Urgent message: The high specificity but broad range of possible causes associated with a primary complaint of lower extremity edema poses a particular challenge to the urgent care clinician. Proper assessment of the differential diagnoses is the first step toward optimal outcomes, whether they be facilitated by treatment or referral.
Michael S. Miller, DO
Patients presenting to urgent care with a primary complaint of edema of the lower extremities of any duration can pose a particularly vexing challenge for the practitioner. While the symptom is quite specific, it could be indicative of any number of diagnoses; is the root cause chronic venous insufficiency, or a more emergent condition requiring immediate referral (e.g., deep vein thrombosis)?
Further, how do you differentiate between stasis dermatitis and cellulitis, thereby avoiding inappropriate antibiotic therapy?
Such determinations are essential preparation for choosing appropriate treatment or referring the patient to the appropriate setting for care.
The word circulation is often misused by physicians or misunderstood by patients. While it is usually used in reference to the peripheral blood flow in the arteries, circulation more properly refers to the entire course of blood flow from the heart through the peripheral arteries of the distal tissues via the capillaries, all the way to its return via the venous system to the heart.
Patients may find it easier to grasp the true meaning if you explain that the word itself was derived from the Latin word circulare – to make a circle.Equally problematic is the diagnosis of “poor circulation” made by a simple visual inspection of the legs when, in fact, no arterial compromise exists. Consideration should always include both the arterial and the venous.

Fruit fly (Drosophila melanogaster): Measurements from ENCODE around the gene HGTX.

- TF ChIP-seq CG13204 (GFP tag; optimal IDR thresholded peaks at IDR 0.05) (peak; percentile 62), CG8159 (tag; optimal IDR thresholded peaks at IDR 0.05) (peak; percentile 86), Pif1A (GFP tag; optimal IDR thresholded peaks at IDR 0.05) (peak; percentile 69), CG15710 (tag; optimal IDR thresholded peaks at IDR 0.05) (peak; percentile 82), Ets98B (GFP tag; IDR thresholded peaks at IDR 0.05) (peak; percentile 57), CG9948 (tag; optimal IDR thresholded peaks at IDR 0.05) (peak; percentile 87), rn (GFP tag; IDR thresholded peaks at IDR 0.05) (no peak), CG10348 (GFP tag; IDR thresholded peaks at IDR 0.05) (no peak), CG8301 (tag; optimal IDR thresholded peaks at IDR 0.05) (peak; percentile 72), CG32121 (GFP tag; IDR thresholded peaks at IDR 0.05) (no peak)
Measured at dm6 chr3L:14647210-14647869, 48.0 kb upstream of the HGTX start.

Arterial circulation can easily be assessed via a well-taken history (“How far can you walk? Does the pain make you stop walking? Do you have to rest – and for how long?”, etc.), palpation of the pulses, or Doppler signals (though the latter is unlikely to be employed in the urgent care setting). The venous system has been somewhat more diagnostically elusive, however, save for the presence of varicose veins.
The Peripheral Venous System
In fact, the peripheral venous system is itself fairly simple to assess. To review: The capillaries receive deoxygenated “dirty” blood from the tissues/cells, and transfer it to larger venules which combine into veins. While capillary filling is hydrostatic in nature, the propulsion of venous blood from distal to proximal involves a slightly more active system.
A cross section of the leg would show the outer layer of skin, a subcutaneous fat layer, a circumferential supporting fascial layer, and then the deeper structures of muscle, bone, arteries, veins, etc. In simplest terms, activation of the calf muscle squeezes the veins against the fascia, creating an internal pressure to move the venous blood. One-way valves allow the blood to go either distal to proximal or from superficial to deep to the larger veins (which then go distal to proximal). Each squeeze of the muscle actively promotes this flow.
Elevating the legs simply and passively allows the blood to follow the same flow course but at a much reduced rate since there is only gravity (and at an angle less than 90°) to move the blood. This is how venous return occurs.
Of course, it is easy to see how compromise can also occur. Pregnancy, obesity, trauma, genetics, and surgery of adjacent or proximal areas or on the veins themselves (such as removal for a bypass) can all increase the intravenous pressure, thus creating venous hypertension.
Early on, venous dilatation may present as either small spider veins or larger varicose veins. These occur when the superficial veins become engorged from venous hypertension and bulge through the superficial fascia. (If you take your finger and run it transversely across a varicose vein, you will feel the edges of the fascia it is bulging through.)